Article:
MYNORTHWEST NEWS

Is there an exodus of low-wage workers from Seattle?

Sep 19, 2016, 11:16 AM | Updated: 11:33 am

workers...

The Seattle Times reports there are fewer households earning less than $40,000. But are those residents getting raises or just leaving the city? (AP)

(AP)

A professor at the University of Washington is doubtful that Seattle’s increased minimum wage has had much to do with the city’s median income rising over the past year.

Robert Plotnick, a professor of Public Affairs at UW’s Evans School of Public Policy & Governance, told The Seattle Times that raising the minimum wage for small and large companies likely did not have much of an impact on the increased earnings being reported in the city.

The Times reports that in one year, households earning less than $35,000 decreased by at least 13 percent — that’s more than 10,000 households at the $35,000 mark. At the same time, households earning more than $150,000 increased by 13.2 percent, according to the Times.

Related: Seattle council’s vote on scheduling could ‘transform the lives’

Under the minimum wage law, employers with 501 or more employees must now pay $13 an hour, or $12.50 an hour if medical benefits are provided. Small employers, which have 500 or fewer employees, have to pay $12 an hour, or $10.50 if medical benefits are provided. Those wages increased at the start of 2016.

Those wages, according to Plotnick, aren’t likely to make a big dent in the statistics. That is because while weekly earning went up by “five or ten bucks,” hours decreased. Instead, it’s more likely that people are getting raises and finding themselves no longer at the low end of incomes, he told the Times.

Though Plotnick believes that people are seeing increased wages, it’s possible that others are being pushed out of the city.

In June of 2015, the Times reported that the top 5 percent of households were seeing their incomes recovering faster from the recession. Those making less than $32,500, however, saw incomes decline.

KIRO Radio’s Jason Rantz said nobody should be shocked by the trend when it was reported. He predicted it would continue because the labor market is changing.

“You have low-skilled jobs being automated, which will obviously have human beings as the losers in this fight,” he said. “If you have low skills, you are becoming less and less important to a lot of businesses.

“And now that you’ve put individual cities (rather than the whole state) on the path to $15 an hour, you’re making it even harder on people who have low skills to find work because you’re asking to be paid more than you’re worth to a company. So now, the employer will look for someone overqualified for the low-end job so they can do more than just the basics.”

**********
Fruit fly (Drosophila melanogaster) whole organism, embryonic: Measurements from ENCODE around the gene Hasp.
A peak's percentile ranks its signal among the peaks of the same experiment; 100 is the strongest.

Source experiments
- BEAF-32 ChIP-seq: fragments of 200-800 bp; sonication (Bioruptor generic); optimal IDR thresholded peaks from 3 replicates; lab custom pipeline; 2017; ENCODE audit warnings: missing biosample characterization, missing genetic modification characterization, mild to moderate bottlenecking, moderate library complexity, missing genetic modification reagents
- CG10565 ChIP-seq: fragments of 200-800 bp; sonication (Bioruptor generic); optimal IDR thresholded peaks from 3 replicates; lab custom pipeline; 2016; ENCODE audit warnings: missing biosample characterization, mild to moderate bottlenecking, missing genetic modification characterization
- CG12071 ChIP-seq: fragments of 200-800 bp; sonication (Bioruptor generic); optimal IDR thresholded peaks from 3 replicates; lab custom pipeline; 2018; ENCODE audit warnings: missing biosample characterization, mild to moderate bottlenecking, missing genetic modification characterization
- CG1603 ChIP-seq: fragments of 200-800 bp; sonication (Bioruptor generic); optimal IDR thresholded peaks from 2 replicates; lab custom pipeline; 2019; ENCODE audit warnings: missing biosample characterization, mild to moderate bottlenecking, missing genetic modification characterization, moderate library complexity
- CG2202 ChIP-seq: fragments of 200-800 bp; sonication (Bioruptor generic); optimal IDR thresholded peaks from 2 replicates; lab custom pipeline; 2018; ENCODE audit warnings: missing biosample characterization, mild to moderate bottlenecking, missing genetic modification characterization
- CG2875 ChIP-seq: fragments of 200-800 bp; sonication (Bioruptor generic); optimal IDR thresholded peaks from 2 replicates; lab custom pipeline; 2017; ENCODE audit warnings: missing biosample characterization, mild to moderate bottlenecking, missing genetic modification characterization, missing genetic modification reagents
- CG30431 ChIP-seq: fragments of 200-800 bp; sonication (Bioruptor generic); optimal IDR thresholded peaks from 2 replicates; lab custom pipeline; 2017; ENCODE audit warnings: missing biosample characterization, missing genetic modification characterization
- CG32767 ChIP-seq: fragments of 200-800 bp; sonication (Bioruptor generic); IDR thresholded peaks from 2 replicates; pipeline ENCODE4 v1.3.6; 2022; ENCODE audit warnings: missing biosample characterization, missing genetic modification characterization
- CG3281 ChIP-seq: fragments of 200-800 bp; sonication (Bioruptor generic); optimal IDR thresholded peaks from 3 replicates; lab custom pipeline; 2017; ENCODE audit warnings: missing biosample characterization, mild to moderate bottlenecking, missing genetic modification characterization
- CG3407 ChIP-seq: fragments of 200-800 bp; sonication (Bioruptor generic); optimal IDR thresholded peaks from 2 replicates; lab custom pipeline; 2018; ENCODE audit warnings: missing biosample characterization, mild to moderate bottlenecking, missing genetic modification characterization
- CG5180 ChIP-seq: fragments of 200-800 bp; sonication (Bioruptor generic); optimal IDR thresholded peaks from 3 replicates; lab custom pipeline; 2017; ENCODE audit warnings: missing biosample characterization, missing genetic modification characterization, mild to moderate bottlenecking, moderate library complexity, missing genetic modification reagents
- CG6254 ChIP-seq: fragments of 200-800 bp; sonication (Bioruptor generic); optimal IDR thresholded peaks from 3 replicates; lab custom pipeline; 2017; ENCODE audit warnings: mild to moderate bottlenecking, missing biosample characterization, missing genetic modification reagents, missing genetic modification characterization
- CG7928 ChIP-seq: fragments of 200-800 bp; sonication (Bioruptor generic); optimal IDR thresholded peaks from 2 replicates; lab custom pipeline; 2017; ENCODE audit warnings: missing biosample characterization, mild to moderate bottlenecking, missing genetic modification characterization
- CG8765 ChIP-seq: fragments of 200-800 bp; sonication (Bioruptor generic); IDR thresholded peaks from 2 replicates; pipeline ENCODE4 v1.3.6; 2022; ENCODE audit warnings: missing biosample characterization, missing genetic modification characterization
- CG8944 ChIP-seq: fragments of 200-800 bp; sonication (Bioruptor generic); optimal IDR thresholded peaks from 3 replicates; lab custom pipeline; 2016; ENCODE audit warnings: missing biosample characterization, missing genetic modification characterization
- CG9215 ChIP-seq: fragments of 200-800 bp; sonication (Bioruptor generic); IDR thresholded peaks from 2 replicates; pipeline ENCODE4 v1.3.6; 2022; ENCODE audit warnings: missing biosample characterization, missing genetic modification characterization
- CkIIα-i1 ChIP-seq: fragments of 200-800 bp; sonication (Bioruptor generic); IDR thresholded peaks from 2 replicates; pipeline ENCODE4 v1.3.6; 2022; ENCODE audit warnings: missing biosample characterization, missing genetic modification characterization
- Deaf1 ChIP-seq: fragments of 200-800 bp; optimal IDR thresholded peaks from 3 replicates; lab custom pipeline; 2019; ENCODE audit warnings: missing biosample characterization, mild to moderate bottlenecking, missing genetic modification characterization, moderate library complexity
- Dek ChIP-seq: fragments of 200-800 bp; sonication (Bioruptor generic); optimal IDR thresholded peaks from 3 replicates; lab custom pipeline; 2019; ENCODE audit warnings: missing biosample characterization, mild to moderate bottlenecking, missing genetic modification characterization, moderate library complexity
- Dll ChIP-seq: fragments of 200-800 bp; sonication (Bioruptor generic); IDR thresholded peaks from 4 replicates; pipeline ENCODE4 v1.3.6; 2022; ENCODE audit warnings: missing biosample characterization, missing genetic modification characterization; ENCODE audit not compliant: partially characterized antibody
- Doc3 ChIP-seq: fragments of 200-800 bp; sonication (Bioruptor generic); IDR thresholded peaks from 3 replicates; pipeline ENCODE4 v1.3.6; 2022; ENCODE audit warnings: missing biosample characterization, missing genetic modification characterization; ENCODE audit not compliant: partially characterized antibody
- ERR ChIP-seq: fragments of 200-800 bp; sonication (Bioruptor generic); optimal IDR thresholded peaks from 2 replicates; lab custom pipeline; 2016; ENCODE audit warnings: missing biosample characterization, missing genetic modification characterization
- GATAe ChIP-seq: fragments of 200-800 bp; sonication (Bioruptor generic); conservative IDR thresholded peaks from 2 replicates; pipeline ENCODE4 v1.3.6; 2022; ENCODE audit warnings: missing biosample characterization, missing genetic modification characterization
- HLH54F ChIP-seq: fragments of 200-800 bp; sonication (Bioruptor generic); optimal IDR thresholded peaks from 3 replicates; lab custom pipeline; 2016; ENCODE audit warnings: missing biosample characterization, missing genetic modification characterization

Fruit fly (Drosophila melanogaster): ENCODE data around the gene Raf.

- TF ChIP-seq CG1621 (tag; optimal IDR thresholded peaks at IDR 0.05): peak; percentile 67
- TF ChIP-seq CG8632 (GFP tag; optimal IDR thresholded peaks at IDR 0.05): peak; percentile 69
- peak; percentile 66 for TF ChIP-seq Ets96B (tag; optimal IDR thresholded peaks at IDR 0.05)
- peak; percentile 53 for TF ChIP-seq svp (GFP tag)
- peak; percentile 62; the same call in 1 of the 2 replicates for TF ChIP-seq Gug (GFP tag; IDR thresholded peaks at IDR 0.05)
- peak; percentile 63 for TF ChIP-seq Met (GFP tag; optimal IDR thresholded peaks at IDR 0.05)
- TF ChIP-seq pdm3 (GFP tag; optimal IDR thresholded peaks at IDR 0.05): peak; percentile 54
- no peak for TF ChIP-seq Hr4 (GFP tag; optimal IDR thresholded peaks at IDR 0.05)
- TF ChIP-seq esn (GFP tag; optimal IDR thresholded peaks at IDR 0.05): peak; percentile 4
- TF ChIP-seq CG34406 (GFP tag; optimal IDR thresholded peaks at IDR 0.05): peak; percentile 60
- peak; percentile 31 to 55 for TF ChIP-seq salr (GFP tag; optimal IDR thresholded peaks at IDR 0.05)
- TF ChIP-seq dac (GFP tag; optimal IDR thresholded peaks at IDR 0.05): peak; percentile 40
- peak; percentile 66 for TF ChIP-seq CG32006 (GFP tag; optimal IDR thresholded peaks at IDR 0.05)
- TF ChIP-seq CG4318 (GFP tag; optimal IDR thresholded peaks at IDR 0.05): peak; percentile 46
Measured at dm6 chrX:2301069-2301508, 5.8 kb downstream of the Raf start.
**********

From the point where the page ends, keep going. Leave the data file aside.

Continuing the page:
The report from the Times comes just as the Seattle City Council prepares to vote on regulating how workers are scheduled. If a proposal passes Monday afternoon, Seattle would have the strongest secure scheduling law in the country.

The new law would mean that workers would get two weeks of advance notice on work schedules. Additionally, any changes by an employer would result in the worker getting extra pay. There would also have to be a minimum of 10 hours between shifts. And employers would have to offer any available hours to existing employees before hiring more people.

MyNorthwest News

Trump convention speech...

STEVE PEOPLES, JONATHAN J. COOPER and JILL COLVIN, THE ASSOCIATED PRESS

Trump: ‘The discord and division in our society must be healed’

Donald Trump accepted the GOP presidential nomination on Thursday at the Republican National Convention and said the country must 'heal.'

10 hours ago

Image: A Tacoma Police Department vehicle is seen on a street....

Steve Coogan

Human finger found in Tacoma driveway IDed, returned to owner

The case of a mysterious human finger found in a Tacoma driveway earlier this month has been solved and the digit was returned to its owner.

13 hours ago

Photo: Police are looking for a Tacoma serial arsonist after a rash of fires. This photo is of a fi...

James Lynch

Tacoma police looking for serial arsonist after rash of fires endanger lives, property

Tacoma police are currently searching for a serial arsonist after a rash of fires in the area endangered lives and property.

14 hours ago

Photo: This man was arrested in connection with a Kent attempted kidnapping on July 16, 2024....

Julia Dallas

Bail set: 11-year-old girls save 6-year-old from being kidnapped in Kent

A man was arrested and bail set for allegedly trying to kidnap a 6-year-old. Fortunately, three 11-year-old girls stepped in.

15 hours ago

Photo: Data from the Downtown Seattle Association confirmed visitors are coming back to downtown, f...

Julia Dallas

Visitors are filling downtown Seattle streets near pre-pandemic levels

Data from the Downtown Seattle Association confirmed visitors are coming back to downtown, filling the streets at levels close to 2019.

17 hours ago

Photo: Teens were caught allegedly robbing a 7-Eleven in Renton on July 18, 2024....

Julia Dallas

4 teens arrested in connection with Renton 7-Eleven robbery

Four teenagers were arrested in connection with the robbery of a 7-Eleven in Renton early Thursday morning.

18 hours ago

Is there an exodus of low-wage workers from Seattle?